Eduardo: Yeah yeah, that was really fun. I remember when we did the cut, everybody laughed. It was just one of those surprising things, the take they used in the shot.
Eduardo: We don’t rehearse much with Jared and Jensen. They don’t do many takes because they are just automatic with their characters. They rarely ask for another take, but they always bring something new and there’s always this interplay between them that makes it – you really only see after you start editing the show – you see all the little moments that they have between them. But also Serge Ladouceur, the Director of Photography, was very instrumental in the idea of what the world looks like, what the Men of Letters looks like when she is there. And also that we find out what the telescope thing is, and light it differently. We tried to come up with different ideas for that, like how do we show that it’s operating because it’s just a prop, you can’t move it or anything. We were just kinda playing around with it. Also the music in post production, they really did a good job of making it seem almost like a John Hughes movie a little bit.
Lynn: A collaborative effort as always, in other words.
Eduardo: And once Jared and Jensen got in there, like I said, and started playing with it, it was just a fun episode for everybody. It was the last time I was gonna be there and there were only a few episodes left after mine and again, it wasn’t a heavy episode and there was a lot of levity, so people were having fun. I’m not sure what happened afterwards, but once you start getting to the heavy stuff I would imagine that the mood on set changed. I would talk to Jerry every once in a while and ask how’s it going, what’s going on, and he’s say oh, only five days left…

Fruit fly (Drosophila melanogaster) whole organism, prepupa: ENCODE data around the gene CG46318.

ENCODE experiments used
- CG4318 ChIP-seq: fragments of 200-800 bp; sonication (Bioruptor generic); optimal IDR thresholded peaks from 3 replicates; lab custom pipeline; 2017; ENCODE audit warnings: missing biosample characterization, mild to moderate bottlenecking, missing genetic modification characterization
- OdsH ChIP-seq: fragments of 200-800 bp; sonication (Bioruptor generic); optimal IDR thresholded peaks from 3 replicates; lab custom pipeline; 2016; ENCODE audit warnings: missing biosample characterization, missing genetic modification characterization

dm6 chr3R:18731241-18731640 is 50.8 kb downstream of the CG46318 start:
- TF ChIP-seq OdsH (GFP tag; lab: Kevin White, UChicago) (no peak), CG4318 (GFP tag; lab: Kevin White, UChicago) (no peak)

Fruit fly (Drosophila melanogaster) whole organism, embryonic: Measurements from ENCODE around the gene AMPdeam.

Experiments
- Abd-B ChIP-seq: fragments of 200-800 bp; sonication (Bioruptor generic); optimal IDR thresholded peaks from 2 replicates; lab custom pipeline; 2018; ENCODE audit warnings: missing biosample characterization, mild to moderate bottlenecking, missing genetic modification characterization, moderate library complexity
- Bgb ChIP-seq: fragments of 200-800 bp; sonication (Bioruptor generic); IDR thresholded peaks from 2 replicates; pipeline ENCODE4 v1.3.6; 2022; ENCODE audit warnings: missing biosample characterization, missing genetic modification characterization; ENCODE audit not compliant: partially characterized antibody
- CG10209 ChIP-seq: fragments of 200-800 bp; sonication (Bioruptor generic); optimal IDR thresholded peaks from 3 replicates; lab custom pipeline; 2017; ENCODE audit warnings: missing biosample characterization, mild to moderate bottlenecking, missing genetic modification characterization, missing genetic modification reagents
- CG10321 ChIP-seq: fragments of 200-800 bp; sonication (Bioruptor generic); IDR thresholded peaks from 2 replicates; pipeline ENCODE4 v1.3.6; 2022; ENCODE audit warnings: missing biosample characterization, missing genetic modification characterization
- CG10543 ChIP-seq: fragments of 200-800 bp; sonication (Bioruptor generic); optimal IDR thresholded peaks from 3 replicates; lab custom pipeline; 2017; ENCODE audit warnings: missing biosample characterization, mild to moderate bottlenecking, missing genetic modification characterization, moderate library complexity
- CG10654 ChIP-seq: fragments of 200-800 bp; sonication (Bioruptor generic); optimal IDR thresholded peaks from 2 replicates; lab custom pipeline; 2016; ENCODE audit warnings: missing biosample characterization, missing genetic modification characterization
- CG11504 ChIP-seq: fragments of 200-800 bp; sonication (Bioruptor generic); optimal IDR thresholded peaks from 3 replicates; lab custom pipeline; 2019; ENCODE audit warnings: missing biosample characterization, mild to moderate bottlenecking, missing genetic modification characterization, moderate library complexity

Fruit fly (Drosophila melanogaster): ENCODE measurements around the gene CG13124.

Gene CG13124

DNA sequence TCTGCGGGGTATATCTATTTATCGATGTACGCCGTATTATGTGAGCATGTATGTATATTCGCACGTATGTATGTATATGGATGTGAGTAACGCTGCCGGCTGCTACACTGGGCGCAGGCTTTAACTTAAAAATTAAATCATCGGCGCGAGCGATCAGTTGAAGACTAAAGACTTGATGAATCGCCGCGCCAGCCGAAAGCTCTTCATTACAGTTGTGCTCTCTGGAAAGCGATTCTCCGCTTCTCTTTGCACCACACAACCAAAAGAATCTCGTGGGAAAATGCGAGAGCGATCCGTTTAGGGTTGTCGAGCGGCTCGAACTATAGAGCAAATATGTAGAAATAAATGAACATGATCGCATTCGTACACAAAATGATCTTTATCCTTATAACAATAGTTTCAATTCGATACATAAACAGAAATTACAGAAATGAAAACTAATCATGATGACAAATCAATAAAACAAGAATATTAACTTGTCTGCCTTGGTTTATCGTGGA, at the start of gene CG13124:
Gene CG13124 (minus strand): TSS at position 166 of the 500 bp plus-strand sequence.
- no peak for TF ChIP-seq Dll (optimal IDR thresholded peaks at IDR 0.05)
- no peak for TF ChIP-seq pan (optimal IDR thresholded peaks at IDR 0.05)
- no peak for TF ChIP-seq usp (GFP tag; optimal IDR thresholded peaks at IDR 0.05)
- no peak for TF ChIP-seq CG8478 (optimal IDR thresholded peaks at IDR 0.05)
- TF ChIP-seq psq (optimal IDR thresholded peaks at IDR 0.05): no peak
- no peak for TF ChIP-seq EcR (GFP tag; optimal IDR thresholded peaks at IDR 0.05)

Lynn: I’m sure it was really hard.
Eduardo: Jim Michaels put up the post about the last tech scout of the show, and I’m sure it’s pretty crazy for those people who were involved from the beginning. Even for me, I was only there for five years, but it’s like your family. There are so many facebook friends of mine who worked on Supernatural. It was a really great collaboration with Jerry and Serge and everybody, because everyone had great ideas. That’s the thing about this show – I’ve been on lots of shows where it’s like the second season and already people are not into it. Some people are, but you can tell. This show, even after fifteen years, Jerry has this kinda love/hate thing because it’s like family, so he’s always complaining about this and that but he loves the show, you know? And that energy is just so rare.
Lynn: It really is.
Eduardo: Even in the fifteenth season. And it’s the same with Costumes and Wardrobe, and figuring out how we were gonna dress the guys and Mrs. Butters. Was she going to change her clothes? So it was very collaborative and everyone got into it.
Lynn: You mentioned the boys have fun, and I’ve always been struck when I’ve been there by how much fun they have on set. The scene where Dean walks in wearing his Scoobynatural nightshirt and cap and flashes Sam, what was that like to film and how much fun did the guys have with that scene?
Eduardo (laughing) They had WAY too much fun! That whole flashing thing was just like – first of all, how are we gonna shoot that without actually flashing?
Lynn: (laughing and definitely not hoping for non-G-rated gag reel content)
Eduardo: It was kinda a weird scene because there were a lot of people and the kitchen is not a big area, so there were so many things going on in that scene. And I love the idea that there’s this kinda dark moment when the wood nymph sees Jack (Alexander Calvert) for the first time – it’s like the first little bit of dark moment, like the precursor or foreshadowing of what’s gonna happen.
Eduardo: And it was great to have that comedic moment before that. In the edit, I was like you gotta go back to Jensen and give me a reaction from Jensen, and I know Jared was doing something, giving me something. But they give you SO much, especially Jensen with the outfit.
Lynn: I was dying laughing.